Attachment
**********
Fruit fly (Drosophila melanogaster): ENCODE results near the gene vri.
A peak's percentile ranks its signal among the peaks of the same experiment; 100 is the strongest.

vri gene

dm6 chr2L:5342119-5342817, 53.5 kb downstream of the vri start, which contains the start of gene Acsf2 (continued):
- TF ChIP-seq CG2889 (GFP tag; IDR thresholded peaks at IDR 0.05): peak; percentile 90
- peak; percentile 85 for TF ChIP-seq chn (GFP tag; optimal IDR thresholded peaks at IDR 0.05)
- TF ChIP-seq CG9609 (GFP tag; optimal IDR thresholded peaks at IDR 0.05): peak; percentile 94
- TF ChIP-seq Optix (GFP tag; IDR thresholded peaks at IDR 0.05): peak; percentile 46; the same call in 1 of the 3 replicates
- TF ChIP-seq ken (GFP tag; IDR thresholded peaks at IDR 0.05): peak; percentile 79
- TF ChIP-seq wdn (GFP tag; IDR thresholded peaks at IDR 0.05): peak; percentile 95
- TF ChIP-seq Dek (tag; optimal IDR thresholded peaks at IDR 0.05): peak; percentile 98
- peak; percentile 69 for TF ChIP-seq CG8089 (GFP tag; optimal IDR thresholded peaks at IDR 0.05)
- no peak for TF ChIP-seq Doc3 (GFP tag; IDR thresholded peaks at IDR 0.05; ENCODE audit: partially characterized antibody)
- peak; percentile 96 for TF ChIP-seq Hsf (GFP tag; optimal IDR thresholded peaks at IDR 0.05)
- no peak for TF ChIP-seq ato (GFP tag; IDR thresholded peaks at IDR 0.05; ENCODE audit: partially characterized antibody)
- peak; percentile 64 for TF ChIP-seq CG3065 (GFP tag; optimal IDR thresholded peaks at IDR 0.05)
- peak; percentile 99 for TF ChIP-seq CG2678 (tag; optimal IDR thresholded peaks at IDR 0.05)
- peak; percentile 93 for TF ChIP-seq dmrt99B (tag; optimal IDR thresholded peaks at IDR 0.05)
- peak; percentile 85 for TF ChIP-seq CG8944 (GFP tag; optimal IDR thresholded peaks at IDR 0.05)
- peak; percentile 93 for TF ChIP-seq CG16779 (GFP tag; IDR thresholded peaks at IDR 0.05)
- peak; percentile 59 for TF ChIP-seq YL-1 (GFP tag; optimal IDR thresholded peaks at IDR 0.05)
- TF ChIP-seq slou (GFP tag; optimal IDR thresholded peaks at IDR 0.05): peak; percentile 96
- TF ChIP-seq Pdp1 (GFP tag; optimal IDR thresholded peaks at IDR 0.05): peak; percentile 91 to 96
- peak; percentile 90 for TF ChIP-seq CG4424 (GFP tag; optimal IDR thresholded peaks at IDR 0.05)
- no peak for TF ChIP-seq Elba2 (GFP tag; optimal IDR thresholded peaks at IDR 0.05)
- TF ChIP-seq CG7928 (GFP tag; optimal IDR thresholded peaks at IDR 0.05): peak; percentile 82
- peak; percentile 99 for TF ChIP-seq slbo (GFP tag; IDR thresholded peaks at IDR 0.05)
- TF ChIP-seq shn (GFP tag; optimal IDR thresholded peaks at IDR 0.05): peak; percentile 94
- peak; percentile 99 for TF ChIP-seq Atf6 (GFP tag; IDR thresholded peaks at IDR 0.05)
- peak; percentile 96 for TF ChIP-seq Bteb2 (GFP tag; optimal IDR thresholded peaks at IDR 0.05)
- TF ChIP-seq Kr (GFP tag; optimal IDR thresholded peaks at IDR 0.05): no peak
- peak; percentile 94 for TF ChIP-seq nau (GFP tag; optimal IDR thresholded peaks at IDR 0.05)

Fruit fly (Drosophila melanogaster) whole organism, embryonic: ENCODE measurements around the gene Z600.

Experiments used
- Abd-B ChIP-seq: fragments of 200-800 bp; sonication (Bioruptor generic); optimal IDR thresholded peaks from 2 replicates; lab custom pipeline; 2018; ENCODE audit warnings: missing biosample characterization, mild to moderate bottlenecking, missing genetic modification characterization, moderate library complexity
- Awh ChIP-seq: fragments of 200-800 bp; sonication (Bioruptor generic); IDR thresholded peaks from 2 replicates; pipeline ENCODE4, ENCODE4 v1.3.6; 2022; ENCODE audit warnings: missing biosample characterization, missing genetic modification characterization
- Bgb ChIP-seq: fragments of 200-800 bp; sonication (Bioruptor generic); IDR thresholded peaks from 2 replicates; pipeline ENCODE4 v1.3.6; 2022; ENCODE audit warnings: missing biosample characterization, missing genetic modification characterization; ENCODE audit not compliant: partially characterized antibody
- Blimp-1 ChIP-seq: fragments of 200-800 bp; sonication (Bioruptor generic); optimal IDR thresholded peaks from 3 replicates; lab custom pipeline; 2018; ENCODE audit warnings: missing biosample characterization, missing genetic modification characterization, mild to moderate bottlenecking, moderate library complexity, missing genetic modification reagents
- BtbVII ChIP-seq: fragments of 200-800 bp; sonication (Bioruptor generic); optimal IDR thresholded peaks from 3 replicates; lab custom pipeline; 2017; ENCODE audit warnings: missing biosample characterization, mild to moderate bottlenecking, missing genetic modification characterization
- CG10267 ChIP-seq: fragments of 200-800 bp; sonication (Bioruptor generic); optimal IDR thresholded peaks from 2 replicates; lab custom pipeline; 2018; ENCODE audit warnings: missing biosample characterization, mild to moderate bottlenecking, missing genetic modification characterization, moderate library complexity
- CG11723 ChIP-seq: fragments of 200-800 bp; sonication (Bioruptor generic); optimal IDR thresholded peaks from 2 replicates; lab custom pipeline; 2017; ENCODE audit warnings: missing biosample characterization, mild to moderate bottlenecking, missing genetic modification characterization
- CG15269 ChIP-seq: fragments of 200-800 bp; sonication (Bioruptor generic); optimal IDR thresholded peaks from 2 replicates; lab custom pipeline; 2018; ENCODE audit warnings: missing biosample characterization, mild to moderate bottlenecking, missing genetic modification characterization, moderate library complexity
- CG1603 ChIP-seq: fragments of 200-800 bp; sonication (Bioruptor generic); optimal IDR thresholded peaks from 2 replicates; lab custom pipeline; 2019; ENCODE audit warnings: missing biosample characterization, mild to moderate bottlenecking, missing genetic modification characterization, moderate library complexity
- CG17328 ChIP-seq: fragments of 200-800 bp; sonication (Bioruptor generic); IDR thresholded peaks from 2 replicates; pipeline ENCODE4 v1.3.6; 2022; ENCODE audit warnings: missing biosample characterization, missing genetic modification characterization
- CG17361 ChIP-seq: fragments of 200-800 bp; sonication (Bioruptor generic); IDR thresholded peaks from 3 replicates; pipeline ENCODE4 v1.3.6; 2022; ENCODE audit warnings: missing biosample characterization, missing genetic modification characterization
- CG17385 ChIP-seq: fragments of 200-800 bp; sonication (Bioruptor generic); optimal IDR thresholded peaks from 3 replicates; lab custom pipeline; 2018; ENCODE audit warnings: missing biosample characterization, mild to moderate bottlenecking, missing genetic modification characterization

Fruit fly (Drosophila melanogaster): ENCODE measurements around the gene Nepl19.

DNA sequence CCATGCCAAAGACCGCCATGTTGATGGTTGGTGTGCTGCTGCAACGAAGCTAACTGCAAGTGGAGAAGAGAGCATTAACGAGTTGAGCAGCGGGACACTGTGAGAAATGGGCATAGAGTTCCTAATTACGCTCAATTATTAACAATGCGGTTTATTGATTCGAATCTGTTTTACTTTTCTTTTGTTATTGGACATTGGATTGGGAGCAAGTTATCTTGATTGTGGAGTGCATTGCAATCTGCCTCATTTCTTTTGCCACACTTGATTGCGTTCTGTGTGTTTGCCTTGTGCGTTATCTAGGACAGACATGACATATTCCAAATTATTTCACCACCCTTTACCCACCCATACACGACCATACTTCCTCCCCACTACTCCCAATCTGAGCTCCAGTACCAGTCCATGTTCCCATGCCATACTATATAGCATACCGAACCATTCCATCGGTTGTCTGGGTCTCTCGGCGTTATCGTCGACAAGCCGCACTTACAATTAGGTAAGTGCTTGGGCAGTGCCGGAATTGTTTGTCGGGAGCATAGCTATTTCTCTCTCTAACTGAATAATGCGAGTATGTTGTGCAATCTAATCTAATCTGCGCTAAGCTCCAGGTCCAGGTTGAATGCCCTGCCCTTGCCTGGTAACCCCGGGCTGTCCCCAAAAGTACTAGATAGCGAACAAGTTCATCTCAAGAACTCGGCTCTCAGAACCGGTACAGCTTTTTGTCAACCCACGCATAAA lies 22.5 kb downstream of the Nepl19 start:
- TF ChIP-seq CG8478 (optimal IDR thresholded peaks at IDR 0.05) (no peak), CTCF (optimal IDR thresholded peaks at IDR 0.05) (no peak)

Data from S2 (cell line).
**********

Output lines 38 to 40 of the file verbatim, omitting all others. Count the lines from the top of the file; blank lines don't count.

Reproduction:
- Blimp-1 ChIP-seq: fragments of 200-800 bp; sonication (Bioruptor generic); optimal IDR thresholded peaks from 3 replicates; lab custom pipeline; 2018; ENCODE audit warnings: missing biosample characterization, missing genetic modification characterization, mild to moderate bottlenecking, moderate library complexity, missing genetic modification reagents
- BtbVII ChIP-seq: fragments of 200-800 bp; sonication (Bioruptor generic); optimal IDR thresholded peaks from 3 replicates; lab custom pipeline; 2017; ENCODE audit warnings: missing biosample characterization, mild to moderate bottlenecking, missing genetic modification characterization
- CG10267 ChIP-seq: fragments of 200-800 bp; sonication (Bioruptor generic); optimal IDR thresholded peaks from 2 replicates; lab custom pipeline; 2018; ENCODE audit warnings: missing biosample characterization, mild to moderate bottlenecking, missing genetic modification characterization, moderate library complexity